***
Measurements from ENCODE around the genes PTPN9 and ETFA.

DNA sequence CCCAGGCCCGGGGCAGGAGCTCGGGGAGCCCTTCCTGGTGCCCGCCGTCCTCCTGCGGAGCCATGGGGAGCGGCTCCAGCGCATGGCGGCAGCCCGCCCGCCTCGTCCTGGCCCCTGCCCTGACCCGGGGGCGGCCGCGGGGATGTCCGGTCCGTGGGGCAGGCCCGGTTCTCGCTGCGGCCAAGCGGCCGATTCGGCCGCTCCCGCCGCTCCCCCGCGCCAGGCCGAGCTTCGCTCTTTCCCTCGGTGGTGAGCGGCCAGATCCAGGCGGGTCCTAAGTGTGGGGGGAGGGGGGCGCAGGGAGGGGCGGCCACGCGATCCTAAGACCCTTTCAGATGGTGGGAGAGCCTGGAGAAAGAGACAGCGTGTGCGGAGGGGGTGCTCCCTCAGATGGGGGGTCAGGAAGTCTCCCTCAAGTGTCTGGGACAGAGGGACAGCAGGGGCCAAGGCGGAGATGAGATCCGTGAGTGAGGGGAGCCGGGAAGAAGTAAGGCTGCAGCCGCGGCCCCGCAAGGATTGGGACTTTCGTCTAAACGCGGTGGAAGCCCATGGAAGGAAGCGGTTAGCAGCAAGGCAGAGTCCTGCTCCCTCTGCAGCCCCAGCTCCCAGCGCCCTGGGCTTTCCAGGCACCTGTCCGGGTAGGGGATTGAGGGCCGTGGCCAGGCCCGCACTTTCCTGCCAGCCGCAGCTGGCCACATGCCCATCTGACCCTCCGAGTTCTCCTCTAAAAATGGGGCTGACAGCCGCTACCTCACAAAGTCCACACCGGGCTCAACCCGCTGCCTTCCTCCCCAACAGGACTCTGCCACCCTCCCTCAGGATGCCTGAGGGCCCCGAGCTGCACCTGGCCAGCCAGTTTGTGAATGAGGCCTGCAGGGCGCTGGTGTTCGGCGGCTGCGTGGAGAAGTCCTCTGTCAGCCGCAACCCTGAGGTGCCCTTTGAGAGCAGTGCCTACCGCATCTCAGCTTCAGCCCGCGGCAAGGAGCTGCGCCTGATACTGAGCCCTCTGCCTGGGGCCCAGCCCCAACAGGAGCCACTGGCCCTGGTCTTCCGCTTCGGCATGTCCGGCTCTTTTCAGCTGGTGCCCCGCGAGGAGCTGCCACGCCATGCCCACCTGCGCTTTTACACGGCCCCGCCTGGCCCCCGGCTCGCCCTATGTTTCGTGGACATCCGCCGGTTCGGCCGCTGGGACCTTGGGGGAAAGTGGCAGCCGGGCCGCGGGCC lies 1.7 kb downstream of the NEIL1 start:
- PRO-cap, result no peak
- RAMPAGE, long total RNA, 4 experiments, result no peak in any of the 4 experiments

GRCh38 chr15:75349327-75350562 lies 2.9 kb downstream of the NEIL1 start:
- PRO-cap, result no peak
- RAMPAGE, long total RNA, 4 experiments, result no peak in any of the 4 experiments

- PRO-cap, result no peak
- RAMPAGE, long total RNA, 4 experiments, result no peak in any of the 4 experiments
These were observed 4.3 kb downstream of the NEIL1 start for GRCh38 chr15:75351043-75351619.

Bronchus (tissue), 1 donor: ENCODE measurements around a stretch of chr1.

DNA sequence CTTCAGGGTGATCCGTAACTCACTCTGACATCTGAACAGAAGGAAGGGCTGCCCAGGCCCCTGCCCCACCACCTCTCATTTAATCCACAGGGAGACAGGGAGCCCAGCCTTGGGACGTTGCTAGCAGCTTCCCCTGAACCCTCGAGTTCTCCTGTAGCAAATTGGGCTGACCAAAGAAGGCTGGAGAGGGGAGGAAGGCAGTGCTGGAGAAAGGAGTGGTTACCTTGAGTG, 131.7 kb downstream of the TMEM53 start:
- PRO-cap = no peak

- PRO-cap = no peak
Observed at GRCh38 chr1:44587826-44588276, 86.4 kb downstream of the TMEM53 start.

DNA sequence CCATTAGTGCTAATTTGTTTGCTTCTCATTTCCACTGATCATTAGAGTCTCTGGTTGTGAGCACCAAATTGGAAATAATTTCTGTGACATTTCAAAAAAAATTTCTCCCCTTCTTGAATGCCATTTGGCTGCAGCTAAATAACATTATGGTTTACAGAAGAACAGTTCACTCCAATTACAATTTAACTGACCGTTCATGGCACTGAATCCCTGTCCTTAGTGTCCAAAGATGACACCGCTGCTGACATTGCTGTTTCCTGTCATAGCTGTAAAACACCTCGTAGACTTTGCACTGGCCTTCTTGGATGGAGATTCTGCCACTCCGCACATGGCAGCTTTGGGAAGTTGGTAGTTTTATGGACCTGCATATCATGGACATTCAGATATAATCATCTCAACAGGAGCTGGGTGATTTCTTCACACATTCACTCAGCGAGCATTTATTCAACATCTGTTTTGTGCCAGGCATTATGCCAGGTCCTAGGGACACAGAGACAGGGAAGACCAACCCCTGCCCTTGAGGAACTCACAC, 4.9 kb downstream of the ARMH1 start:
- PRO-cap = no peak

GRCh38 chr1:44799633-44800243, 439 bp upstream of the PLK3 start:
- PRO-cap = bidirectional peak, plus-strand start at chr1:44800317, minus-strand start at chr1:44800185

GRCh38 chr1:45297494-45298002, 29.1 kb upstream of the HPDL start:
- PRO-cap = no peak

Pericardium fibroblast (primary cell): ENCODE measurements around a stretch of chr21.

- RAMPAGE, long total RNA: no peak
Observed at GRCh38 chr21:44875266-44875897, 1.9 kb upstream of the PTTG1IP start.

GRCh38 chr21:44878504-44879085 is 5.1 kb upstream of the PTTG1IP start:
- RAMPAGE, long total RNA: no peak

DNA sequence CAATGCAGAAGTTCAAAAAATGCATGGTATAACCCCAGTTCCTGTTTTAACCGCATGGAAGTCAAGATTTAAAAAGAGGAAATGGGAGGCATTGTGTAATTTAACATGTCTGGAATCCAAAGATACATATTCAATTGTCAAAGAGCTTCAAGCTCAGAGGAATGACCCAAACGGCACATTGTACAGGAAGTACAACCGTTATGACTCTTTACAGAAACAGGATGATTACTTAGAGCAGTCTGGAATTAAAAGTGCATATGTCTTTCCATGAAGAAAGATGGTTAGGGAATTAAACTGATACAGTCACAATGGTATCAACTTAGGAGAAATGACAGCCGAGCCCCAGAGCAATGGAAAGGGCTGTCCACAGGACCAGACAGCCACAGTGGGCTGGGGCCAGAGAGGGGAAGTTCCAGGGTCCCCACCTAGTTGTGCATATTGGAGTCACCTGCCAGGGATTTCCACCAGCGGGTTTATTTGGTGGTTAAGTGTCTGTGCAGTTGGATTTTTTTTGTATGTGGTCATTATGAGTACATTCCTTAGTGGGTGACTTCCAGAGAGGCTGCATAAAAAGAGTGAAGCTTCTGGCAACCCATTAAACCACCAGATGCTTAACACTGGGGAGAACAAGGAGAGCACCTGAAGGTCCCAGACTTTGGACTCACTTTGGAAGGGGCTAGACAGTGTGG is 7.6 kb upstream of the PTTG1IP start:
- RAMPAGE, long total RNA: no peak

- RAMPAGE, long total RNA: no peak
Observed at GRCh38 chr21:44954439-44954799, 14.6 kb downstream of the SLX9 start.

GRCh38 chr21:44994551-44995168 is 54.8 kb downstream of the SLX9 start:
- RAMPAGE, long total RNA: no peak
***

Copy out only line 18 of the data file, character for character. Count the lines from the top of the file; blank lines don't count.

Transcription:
GRCh38 chr1:44799633-44800243, 439 bp upstream of the PLK3 start: